Nebraska advertiser. (Brownville, Nemaha County, N.T. [Neb.]) 1856-1882, February 07, 1861, Image 1

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THE .il; rE'.ii )ER,; .
' fi,rVstrictler' Block, ilain Street,;
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Trcc toTora ana Reflate ALL liiclr Domestic InstHallons la fclr otth uaj, snLJcct only (o Hie Ccnslltnlionior ilic Ualtea States
or A.zavririTxrrrro
Cut-U .-..ill.UAl 1 i'r f-i lif -- w 4 W
Die Htiare. one ff: ru h, JfrJ
Btitiaf scfiiijf iiljnesof 1 Ji,en Tf uT, its
oiifC'iumni.iieTtar, UM
oiie-hi!f Coiiaun - . . . - - - S3 tJ
One fi'!-th Olnnn 01:;! y?ir. Sat
in!iit:h Colnatni-Jieyir, - - 11(1
Oitcolr, .mix m-rr.fcM, 23 t
rut bt Co In run m DimlM, ...... u
O:iorourth(l'-:.iclxniciiihi. . - . . . J D
(tneei.-Mh iVktttnu six tr.ourfc, --..'
();ie C-j!'in;n thref n.i i tn, - - !3C1
Oie hi!f :srt-p nu ii!h:, - - - li tJ
Or efourti Coiurtin tSrt tiK-tflii, - - 10 tu
Oceeishtlk C.2ui..n tbre, - - ( (.
NO. 31.
MoyAclvincod OXL
rtrhe prlUed return. ,! tb United SU.Ml
ami tffl , ',
J V O . L'." CA1SON, "
'I'ike's I'eaXt, or tSust.'
Master rcnmisslorcr In Chancery.
Jolinsbn & Bcliccnheit
"ImVD'.- GWINy
Havin" permanently located in
-r the retire of Medicine aSd Surgery, ten
' , hi (.rofMonftl servicee to the afflicted.
0ke on Main Street. no23vJ
pnoTision -mm
J-A 110 LL AD A Y, -M. D.- -
.inertfn'.lylnmnnKliia frimrta In Brownrtlle and
. -"MUU Tkcinlw that be ha. resumed tbc .if
-aicino, Surscry, & Obstetrics, ,tteni.t..n to hifprofes.inn to receive
neren patMnire heretofore extended tohim. In
u-iiere it t po1hie.retpelient. aprecrl)tlon
.n.willt.edone office at City IruR SLore.
KelT.U4 '9. 5 ly r
Attorney" at Law ,
BR 0 V K V I L L E ,
" L. "iL JOHNSON, LL D.,
Office at Z.JC.JuLwv't Office, "
rW at Street betw6u Main and "Water...
flare Jnt sopleted their new bngine h'je on
Jfain Strtel, near tlie C.iJ. Land OiRee, in Broanville
ulerc Uicy bave upeiici out auj areuITeriug ontlieuiogt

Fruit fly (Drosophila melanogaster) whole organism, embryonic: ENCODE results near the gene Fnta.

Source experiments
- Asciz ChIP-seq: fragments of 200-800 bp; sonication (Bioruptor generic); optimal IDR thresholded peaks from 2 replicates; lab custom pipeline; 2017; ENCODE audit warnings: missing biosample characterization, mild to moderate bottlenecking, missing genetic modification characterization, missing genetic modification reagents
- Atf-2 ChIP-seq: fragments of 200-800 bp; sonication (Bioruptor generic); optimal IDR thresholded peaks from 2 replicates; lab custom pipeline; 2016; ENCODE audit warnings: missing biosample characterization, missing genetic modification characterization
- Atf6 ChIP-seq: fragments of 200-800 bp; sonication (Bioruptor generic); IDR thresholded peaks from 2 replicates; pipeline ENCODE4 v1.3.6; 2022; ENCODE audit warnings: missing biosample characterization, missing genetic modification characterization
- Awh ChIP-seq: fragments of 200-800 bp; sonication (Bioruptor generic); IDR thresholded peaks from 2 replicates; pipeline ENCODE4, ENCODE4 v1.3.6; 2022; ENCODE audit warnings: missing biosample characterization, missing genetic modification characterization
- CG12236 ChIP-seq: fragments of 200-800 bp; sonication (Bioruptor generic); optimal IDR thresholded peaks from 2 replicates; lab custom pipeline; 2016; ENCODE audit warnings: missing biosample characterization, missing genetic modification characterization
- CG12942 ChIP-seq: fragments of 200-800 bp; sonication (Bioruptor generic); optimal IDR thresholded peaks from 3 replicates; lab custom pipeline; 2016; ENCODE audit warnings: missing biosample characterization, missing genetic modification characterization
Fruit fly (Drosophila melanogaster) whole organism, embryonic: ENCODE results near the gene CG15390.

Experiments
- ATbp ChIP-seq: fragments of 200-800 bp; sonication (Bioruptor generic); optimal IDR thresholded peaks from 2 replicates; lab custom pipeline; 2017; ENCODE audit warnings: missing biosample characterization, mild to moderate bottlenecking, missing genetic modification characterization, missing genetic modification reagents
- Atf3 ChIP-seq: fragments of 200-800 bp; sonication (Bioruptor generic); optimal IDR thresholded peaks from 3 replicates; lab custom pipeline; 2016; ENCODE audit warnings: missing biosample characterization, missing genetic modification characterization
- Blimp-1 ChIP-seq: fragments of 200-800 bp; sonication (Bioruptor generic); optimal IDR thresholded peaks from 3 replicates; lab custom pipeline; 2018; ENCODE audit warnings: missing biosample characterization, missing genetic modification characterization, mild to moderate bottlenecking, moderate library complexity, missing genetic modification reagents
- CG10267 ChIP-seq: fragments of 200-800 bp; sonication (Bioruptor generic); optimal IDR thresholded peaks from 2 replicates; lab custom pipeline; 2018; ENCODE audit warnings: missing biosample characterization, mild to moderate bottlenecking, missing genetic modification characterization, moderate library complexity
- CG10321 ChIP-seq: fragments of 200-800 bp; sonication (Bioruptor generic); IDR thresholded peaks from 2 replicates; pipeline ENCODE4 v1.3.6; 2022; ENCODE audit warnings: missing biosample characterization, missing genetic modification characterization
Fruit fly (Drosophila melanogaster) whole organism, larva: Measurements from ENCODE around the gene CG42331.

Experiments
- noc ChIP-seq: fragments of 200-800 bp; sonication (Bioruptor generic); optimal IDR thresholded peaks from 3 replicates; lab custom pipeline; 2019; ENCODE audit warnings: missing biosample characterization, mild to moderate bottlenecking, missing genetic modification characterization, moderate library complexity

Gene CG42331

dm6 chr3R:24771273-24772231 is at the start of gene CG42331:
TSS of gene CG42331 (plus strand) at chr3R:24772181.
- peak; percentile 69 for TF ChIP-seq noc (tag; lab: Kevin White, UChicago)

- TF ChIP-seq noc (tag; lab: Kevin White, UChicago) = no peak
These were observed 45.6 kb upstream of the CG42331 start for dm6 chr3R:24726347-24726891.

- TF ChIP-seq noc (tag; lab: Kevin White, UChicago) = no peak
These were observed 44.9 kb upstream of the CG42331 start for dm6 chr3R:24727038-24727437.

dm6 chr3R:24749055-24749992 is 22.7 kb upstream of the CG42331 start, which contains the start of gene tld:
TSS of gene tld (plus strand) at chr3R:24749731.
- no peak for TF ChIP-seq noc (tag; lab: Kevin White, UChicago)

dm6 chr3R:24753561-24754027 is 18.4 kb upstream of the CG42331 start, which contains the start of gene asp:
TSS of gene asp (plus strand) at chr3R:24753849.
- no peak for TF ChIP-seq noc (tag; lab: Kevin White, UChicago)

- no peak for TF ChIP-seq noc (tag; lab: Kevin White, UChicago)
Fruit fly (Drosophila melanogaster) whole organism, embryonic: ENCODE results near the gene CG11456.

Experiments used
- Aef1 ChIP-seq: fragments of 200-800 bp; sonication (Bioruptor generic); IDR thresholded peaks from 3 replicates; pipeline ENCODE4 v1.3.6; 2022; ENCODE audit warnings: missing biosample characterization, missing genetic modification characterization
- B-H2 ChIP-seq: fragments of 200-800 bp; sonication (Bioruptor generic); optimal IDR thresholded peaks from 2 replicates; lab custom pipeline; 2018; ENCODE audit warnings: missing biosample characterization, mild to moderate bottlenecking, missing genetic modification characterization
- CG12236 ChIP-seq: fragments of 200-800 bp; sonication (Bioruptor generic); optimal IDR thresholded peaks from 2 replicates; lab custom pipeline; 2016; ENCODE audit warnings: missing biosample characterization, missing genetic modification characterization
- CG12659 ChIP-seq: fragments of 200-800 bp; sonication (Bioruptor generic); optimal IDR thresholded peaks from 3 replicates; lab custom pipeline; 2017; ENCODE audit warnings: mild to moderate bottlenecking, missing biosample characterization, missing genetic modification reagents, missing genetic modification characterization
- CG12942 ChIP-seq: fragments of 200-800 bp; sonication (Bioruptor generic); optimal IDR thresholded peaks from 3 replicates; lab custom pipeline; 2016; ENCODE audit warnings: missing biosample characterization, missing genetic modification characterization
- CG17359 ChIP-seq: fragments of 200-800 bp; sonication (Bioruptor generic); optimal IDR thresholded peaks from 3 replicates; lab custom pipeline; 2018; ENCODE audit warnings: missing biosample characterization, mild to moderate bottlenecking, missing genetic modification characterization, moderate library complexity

favorable tcrtiit-,
Dry Goods, Provisions,
1 . , . .) Of alt Kloda, - ' '
i '' . . . Choice Liquors, . Cipars,
j And a "thousand and one," other things everybody
feeds. . ' .' v.-
BrewnvlCe, Apri' 6, ly
May 17, 1S60.
U U 14 i.
Life ! Insurance Company;
Hartford, Conn.
Incorporated ly the fiiate of Connecticut.
Capital Slock .200,000.
Witt lrgeanJ inereaingsurplu.receipt.i .secure
ly in?cted qtider the sanction and approval of the
Comptroller of Public Accounts. ; .,
JAMES C. WALKLEY," President .
JOILVL. CXCE, Vice President. ,
i ELI AS GILU Secretary. , J , .
i E,D.DICKEliMAN, General Agent. '
" 1 J - DlilECTOBS :
! Alfred Gill, Daniel Phillips, JobriL.Dunce,
: It.Uiodet, J. A.Batler, E. l. 'Dickerman
y.Wheaton, ' Rara.Coit. Kel.son Ilollister,
;.. j : .. JaiaesC. Walkley, ,7 :. ..
S.B. Hereford, M D,"ConJulting Physician. ,
' A.'S. Holladar.M D;Medical Examiner. ,'
A pplicationsreceired by.R. W. FUKNA S. A't,' '
'.u. ..l.L-
.L'rovnTille, N.T.
locks, Vatclies &,Jewelry:
. 0 l.r&lMXZP L
roulrtanuonncetothecitiren of Brownrille
r.d vicimtv tlitt be has located hirafelf in
.iBrovrnville, and. men-ii. keeping a full assort.
-hi ..f eTeryUilimlnhUtlneof hnHnesii, which will
iM r rr caxta. H will also do all kinda of re
.rinpof cloka, watcbea and Jewejry. U ork war
fited.' ' , - " 3nl8ly
7o Ladies of Brownville,
Innouneeothat nhe bus jnst reeeired from the
t a Bmtuifioent atockT ' '
nll c3 Winter
Consisting of - - '
rench Flower, Straw Trimming, Ribbons, etc.,
wiikhnha Invitetbe attention vf the Ladies of
wnrilie and vicinity, feeling assured hey cannot
better miitedic style, Quality cr crice.
pritIJ,Ufl -
ilfilT LITEEKl
Ut every description, lor eale at
outii-east comer Main and Second,
'-pt.22d.1859. f-ntll
".IX practice in the several Coarts of the 2d Judicial
' irt. and attend to all matters connected with the
e-nion. Wm. McLemiaw, Esq., of Nebraska City,
"Mmfii iueproscutiwti t.f iutwrunt8utta.
I t. 10. '61-ll-tf
Vo. I, City Bnillingn,
NTI,0U1S. .- .. .. MISSOURI
No,. 140, Pearl Street,
roduce and Commission
WE .t.rz BT ftRMlStlOS to'
rjwfll.LfvyaUmon, - - St. Joseph,
TotUw &. Frle-.Rh, - - ,- . .
t. k j. cnr . . . , . t
ivr. .xci iru kyoj.. - t
!'nnel k. Sailau ' '-" - ' .
rJo"W" Hotel
' ITeTe'.'y TioUflci-tlie public that he has purchased the
Nebraska House In Brownville, N. T., fornierly kept by
T. J. KdwardH, and has remodeled, renovated anil enti
rely chanced the whole house, fromcellar to garret,
witbaneiecial view to neatness, f-nfoTt andconTe
aieuce. Having had many year experience aa a hotel
keeper, ho feelsafe in warratitirifttheboardirpatron